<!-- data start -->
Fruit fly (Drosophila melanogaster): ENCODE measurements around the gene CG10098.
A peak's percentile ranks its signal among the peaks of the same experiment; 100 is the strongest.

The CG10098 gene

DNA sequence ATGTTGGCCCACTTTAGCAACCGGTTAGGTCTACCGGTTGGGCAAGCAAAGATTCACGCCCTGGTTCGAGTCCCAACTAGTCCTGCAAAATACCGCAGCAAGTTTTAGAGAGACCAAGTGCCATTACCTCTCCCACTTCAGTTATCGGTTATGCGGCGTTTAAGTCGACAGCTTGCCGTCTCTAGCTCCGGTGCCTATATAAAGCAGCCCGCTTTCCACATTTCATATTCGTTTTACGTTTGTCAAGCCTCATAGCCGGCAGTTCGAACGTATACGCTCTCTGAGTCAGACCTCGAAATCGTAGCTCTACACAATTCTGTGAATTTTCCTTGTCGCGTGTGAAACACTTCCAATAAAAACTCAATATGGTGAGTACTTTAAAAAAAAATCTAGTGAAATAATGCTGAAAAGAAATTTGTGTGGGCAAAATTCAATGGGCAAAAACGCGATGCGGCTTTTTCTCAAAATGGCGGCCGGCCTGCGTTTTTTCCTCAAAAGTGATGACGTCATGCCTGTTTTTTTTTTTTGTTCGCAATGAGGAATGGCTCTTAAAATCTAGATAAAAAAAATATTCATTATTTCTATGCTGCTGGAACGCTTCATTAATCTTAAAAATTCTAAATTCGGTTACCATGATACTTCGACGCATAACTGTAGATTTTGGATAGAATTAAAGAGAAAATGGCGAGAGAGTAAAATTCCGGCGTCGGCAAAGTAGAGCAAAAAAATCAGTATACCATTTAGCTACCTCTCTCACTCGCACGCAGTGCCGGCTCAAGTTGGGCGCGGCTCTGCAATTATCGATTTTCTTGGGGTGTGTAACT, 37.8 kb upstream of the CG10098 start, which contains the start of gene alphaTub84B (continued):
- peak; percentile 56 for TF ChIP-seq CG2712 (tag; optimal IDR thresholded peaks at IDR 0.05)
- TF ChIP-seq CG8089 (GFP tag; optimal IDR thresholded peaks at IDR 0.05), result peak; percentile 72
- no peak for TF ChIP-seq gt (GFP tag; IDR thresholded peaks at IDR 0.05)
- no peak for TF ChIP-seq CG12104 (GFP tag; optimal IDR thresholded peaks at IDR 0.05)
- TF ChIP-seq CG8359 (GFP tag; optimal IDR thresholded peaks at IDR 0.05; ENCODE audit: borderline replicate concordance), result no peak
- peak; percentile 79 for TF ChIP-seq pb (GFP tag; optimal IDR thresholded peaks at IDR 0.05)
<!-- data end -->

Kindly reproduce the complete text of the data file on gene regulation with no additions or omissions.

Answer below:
Fruit fly (Drosophila melanogaster): ENCODE measurements around the gene CG10098.
A peak's percentile ranks its signal among the peaks of the same experiment; 100 is the strongest.

The CG10098 gene

DNA sequence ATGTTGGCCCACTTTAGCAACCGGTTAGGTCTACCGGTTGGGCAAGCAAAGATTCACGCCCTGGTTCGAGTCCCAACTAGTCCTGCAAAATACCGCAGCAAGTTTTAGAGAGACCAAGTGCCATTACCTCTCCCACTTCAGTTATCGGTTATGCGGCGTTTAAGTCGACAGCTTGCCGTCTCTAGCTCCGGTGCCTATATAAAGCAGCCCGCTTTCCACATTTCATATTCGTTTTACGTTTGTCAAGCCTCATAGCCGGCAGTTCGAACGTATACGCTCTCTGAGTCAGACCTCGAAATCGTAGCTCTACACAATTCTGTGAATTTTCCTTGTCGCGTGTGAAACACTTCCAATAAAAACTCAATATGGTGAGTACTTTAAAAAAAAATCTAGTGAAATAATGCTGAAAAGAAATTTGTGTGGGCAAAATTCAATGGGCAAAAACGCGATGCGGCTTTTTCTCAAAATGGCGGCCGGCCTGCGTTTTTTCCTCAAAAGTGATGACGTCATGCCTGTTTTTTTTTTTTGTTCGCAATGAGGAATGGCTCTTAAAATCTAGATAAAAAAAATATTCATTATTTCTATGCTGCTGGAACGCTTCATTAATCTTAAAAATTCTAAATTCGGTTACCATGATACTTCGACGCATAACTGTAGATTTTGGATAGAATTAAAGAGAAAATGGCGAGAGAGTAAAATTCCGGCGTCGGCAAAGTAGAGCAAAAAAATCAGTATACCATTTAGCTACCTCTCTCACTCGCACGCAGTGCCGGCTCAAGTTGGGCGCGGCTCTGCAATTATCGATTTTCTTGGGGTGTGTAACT, 37.8 kb upstream of the CG10098 start, which contains the start of gene alphaTub84B (continued):
- peak; percentile 56 for TF ChIP-seq CG2712 (tag; optimal IDR thresholded peaks at IDR 0.05)
- TF ChIP-seq CG8089 (GFP tag; optimal IDR thresholded peaks at IDR 0.05), result peak; percentile 72
- no peak for TF ChIP-seq gt (GFP tag; IDR thresholded peaks at IDR 0.05)
- no peak for TF ChIP-seq CG12104 (GFP tag; optimal IDR thresholded peaks at IDR 0.05)
- TF ChIP-seq CG8359 (GFP tag; optimal IDR thresholded peaks at IDR 0.05; ENCODE audit: borderline replicate concordance), result no peak
- peak; percentile 79 for TF ChIP-seq pb (GFP tag; optimal IDR thresholded peaks at IDR 0.05)